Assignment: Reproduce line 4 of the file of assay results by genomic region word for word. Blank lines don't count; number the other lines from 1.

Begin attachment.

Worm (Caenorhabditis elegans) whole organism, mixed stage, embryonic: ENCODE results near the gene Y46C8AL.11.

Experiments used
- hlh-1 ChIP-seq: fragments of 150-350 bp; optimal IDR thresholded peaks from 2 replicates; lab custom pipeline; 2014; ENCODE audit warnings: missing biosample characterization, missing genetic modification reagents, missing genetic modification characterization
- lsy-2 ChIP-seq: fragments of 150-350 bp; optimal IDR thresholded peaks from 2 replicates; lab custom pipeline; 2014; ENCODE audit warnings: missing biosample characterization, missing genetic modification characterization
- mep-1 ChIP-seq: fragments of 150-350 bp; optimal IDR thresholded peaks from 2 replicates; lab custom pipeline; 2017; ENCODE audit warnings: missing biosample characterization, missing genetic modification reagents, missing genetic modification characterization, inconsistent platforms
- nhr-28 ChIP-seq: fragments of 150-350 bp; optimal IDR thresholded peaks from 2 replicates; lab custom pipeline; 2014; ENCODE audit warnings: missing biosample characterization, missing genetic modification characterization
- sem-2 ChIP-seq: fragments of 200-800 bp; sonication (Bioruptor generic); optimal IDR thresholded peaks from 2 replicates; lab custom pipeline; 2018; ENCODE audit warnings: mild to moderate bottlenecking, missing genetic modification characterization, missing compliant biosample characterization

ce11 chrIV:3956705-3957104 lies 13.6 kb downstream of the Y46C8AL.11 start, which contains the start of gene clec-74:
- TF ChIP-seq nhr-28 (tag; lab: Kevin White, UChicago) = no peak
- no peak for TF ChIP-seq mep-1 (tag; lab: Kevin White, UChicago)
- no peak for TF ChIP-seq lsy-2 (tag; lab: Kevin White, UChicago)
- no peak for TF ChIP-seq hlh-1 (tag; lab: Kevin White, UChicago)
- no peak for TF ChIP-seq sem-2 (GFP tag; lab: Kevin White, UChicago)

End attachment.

- lsy-2 ChIP-seq: fragments of 150-350 bp; optimal IDR thresholded peaks from 2 replicates; lab custom pipeline; 2014; ENCODE audit warnings: missing biosample characterization, missing genetic modification characterization